Should perform query at the point of time for the event or the actual time when working with CQRS for queue system?

I’m trying to implement CQRS for a queue system where user can join a queue by clicking a button. The system will tell the user if queue is full.

When the user click the button, it raised the command and triggered event like “user queued at 07:00 AM”. The handler for this event then (asynchronously) add a new participant to the queue. It also updates the full flag of the queue depending on how many participants in the queue. If the queue open for 1 hour, each participants get 5 minutes time slot, then it can hold 12 participants.

I would like to know which approach I should take when calculating the full flag:

  1. Use now(): calculate the latest value, always query the latest state of the queue. If the command is “user queued at 07:00 AM” and now is “07:10 AM”, the full flag reflects the condition at “07:10 AM”. Looks like will cause a problem when replaying the event.
  2. Use 07:00 AM: Calculate it based on the state at 07:00 AM. This means queries are more complicated: need to know how many participants at 07:00 AM.
  3. Use now() when handling the event then raising another event like “queue is full at 07:10”. This new event handler will eventually set the full flag instead of the current “user queued at 07:00 AM” event. Is event raising another event valid for this use-case?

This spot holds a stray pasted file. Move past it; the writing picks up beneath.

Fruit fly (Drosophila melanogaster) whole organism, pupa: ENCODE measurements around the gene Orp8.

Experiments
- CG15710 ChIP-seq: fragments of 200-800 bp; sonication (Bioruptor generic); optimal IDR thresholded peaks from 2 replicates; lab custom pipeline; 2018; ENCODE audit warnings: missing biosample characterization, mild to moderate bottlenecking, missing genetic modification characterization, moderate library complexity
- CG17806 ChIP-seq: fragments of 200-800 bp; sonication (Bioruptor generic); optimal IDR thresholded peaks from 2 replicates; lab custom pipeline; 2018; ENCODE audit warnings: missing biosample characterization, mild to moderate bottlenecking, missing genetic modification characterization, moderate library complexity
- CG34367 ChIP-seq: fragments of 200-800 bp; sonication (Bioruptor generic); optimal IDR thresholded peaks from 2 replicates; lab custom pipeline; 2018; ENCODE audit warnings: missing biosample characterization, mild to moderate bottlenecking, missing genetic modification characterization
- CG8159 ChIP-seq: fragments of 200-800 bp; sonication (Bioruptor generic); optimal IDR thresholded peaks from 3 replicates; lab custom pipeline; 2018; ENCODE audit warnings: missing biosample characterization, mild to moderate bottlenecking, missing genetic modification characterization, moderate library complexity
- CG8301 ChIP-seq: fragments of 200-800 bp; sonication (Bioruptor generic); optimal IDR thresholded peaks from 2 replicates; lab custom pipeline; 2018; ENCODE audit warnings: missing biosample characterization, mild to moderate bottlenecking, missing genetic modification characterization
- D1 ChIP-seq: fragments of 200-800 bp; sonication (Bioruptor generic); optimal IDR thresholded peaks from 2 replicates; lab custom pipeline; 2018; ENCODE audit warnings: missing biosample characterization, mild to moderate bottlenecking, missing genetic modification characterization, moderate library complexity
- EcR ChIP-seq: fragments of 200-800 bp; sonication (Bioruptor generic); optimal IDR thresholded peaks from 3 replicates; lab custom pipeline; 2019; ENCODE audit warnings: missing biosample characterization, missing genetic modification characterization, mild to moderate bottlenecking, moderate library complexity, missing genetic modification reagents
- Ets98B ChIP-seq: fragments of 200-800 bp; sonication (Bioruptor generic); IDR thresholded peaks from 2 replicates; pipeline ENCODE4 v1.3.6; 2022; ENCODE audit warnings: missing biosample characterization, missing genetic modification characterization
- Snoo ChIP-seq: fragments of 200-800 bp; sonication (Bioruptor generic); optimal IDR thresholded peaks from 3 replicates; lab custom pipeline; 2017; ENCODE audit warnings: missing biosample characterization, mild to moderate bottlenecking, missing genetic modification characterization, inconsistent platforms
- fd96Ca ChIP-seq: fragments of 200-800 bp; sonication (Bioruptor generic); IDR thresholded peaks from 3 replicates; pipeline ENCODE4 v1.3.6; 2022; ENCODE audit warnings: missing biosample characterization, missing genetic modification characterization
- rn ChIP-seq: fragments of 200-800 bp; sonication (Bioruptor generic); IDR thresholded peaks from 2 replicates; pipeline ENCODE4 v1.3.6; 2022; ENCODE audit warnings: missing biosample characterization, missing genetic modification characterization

CQRS and GraphQL


Context

Domain

I have a CQRS domain with requests, authorizers, handlers, response objects, entities, filters, pagination.

It only depends on:

  • external services (email, other APIs, etc…)
  • a database/persistence layer
  • a way to retrieve the current domain user logged in

Web API

This CQRS domain is called from a web API that exposes 2 things:

  • endpoints for reading files
  • an endpoint to access a GraphQL schema

GraphQL

The GraphQL resolvers and controller actions only send requests to the CQRS domain. Each request represents an atomic use case (e.g. “I want to get the invoice PDF” or “I want to create a new invoice”).

So my controllers and GraphQL resolvers are very thin. Great.

The problem

Many problems arise though:

  • I’ve created a bloated code base because almost every GraphQL type has a corresponding domain type and its corresponding mapping profile (assuming Automapper)
  • The code has increased of about 30% – 40% overall and it’s difficult to follow the flow of data
  • All this mapping is extremely error prone
  • I often need to map back from CQRS requests to GraphQL inputs to determine the original input field path of the error that was returned by the CQRS handler/validator

Question